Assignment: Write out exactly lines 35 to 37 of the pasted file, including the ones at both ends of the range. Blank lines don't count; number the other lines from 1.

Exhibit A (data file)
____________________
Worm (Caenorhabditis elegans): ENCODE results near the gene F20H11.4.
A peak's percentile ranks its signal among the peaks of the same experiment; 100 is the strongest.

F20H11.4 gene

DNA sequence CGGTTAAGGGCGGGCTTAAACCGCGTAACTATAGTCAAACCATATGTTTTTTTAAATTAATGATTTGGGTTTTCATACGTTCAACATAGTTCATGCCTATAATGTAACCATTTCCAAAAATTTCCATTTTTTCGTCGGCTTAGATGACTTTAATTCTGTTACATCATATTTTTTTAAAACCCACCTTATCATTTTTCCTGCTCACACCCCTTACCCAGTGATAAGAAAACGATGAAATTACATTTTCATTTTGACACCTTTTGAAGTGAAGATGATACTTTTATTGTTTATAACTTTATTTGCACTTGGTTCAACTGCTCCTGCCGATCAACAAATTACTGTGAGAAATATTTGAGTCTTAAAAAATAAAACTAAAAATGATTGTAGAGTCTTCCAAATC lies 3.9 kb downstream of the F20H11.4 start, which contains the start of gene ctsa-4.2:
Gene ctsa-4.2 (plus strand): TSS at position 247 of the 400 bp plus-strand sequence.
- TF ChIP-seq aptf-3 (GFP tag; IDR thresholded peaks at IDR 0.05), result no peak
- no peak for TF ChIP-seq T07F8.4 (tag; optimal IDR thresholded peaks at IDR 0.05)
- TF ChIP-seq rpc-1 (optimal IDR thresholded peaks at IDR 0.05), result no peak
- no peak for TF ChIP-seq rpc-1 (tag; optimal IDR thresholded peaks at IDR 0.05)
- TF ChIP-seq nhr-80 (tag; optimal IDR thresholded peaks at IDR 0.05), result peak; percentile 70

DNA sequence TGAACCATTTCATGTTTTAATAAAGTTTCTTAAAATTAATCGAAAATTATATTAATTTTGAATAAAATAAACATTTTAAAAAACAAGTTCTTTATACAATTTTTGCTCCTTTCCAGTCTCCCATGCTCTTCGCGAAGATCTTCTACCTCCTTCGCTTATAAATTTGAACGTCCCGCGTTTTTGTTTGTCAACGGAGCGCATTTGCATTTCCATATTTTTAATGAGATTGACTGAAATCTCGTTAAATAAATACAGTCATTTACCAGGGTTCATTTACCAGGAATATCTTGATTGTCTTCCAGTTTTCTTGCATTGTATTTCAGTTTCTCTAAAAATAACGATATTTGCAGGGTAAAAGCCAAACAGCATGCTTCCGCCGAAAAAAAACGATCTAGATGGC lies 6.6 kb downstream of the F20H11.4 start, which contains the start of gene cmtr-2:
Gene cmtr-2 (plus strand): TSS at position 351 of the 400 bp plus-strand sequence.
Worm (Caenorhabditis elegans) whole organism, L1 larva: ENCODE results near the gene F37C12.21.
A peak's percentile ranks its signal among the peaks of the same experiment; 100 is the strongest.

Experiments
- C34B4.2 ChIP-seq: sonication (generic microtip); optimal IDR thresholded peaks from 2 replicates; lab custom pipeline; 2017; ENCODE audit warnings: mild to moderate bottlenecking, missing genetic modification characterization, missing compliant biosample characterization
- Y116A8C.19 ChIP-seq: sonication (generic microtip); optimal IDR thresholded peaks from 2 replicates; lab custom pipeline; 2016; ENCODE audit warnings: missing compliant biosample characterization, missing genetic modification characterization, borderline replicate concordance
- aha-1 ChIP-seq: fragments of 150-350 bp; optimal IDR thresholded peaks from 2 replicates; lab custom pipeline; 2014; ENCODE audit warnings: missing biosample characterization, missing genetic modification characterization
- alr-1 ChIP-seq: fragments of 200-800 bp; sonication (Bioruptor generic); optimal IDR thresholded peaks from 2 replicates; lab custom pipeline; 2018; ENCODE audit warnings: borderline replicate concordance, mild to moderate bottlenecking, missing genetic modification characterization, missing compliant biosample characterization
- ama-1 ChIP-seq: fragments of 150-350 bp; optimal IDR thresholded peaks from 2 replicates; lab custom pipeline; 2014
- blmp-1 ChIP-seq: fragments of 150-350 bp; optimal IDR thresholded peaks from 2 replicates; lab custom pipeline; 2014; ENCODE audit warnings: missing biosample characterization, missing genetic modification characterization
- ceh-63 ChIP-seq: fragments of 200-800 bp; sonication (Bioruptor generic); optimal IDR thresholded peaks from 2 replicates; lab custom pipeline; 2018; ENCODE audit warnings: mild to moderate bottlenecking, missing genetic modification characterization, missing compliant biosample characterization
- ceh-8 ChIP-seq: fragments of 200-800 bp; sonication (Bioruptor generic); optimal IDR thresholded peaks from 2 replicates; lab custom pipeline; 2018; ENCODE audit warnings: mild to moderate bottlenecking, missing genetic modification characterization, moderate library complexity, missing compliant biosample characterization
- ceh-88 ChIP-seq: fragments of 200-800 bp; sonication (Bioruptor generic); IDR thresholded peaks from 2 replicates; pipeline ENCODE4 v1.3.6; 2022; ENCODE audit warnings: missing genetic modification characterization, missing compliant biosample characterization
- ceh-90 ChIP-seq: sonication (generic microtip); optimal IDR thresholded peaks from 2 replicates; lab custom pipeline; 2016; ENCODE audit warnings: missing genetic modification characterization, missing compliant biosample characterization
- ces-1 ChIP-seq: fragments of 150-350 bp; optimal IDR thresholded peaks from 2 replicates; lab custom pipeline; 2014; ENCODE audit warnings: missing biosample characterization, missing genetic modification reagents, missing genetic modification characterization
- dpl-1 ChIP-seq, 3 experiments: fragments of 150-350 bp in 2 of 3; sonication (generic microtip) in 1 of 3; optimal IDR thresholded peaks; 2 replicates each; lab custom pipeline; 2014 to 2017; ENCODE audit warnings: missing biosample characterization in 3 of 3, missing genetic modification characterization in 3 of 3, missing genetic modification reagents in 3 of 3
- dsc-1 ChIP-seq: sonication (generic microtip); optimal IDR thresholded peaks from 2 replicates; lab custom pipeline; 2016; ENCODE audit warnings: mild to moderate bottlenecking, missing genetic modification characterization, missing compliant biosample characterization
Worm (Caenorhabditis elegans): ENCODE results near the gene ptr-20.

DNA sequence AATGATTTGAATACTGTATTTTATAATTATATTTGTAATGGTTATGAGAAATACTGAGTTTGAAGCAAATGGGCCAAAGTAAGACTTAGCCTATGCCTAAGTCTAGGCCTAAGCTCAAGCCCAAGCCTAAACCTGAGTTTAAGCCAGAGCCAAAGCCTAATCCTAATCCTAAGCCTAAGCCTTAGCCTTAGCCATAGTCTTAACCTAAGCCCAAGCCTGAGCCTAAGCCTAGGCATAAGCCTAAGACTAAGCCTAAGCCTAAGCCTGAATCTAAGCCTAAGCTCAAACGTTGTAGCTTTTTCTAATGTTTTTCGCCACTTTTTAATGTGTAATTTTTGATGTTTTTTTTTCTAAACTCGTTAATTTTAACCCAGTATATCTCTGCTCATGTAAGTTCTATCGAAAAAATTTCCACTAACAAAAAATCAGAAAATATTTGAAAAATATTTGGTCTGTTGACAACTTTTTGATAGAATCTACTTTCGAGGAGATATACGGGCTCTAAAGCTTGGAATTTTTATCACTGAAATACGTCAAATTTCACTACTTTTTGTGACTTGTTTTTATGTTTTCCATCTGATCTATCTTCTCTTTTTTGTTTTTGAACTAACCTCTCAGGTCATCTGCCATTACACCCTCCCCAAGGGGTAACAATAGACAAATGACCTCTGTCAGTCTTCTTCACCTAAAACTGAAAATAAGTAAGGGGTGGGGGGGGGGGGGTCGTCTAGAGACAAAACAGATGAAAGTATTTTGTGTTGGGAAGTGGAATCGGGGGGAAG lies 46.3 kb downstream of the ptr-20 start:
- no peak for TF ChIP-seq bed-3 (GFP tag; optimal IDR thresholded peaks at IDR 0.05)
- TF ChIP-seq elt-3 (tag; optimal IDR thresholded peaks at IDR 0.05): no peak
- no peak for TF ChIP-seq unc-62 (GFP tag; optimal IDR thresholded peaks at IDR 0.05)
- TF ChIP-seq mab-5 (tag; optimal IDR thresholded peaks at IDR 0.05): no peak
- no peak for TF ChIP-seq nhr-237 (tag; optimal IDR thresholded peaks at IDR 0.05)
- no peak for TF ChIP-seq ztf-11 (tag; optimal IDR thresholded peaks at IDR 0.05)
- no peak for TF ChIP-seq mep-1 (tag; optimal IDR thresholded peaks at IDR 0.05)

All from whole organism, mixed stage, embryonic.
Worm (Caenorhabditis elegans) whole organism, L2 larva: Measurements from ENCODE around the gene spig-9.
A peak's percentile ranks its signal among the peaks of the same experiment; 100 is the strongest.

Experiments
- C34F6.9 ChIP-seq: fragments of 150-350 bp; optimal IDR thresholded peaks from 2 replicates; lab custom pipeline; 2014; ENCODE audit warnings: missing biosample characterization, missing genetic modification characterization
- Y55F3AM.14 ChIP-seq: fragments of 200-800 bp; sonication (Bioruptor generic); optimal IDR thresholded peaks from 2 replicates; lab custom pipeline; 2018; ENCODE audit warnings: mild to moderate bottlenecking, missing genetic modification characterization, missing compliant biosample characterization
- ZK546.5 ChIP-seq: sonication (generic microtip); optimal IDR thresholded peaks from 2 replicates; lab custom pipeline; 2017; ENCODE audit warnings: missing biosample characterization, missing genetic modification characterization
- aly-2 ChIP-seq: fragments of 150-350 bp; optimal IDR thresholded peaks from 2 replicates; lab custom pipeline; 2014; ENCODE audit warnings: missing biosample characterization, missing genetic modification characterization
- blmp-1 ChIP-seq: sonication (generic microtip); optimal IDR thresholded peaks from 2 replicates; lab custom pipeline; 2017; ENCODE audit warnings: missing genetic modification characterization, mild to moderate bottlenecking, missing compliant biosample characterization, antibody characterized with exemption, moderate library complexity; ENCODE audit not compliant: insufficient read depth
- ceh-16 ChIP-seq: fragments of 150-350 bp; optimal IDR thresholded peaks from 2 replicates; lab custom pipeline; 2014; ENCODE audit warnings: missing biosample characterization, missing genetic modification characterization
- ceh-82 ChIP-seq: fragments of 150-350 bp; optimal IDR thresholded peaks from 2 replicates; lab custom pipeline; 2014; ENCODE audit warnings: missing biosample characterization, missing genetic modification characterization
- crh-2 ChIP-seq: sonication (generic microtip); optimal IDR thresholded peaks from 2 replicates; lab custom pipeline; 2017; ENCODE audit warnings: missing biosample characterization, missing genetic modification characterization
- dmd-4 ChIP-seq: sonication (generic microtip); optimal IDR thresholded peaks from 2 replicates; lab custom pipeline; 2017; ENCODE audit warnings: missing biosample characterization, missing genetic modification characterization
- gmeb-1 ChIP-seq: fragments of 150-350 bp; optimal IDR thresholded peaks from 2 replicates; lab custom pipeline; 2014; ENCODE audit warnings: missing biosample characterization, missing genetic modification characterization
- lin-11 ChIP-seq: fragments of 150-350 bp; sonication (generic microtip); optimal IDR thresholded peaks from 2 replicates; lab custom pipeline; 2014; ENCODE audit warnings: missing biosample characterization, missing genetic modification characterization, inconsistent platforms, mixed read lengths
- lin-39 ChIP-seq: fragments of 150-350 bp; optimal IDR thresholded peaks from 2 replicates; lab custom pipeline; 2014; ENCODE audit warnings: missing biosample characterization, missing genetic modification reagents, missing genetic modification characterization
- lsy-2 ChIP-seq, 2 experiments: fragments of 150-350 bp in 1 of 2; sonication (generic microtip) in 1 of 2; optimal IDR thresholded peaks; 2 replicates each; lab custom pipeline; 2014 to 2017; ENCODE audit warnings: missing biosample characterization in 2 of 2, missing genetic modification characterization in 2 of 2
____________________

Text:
- no peak for TF ChIP-seq nhr-237 (tag; optimal IDR thresholded peaks at IDR 0.05)
- no peak for TF ChIP-seq ztf-11 (tag; optimal IDR thresholded peaks at IDR 0.05)
- no peak for TF ChIP-seq mep-1 (tag; optimal IDR thresholded peaks at IDR 0.05)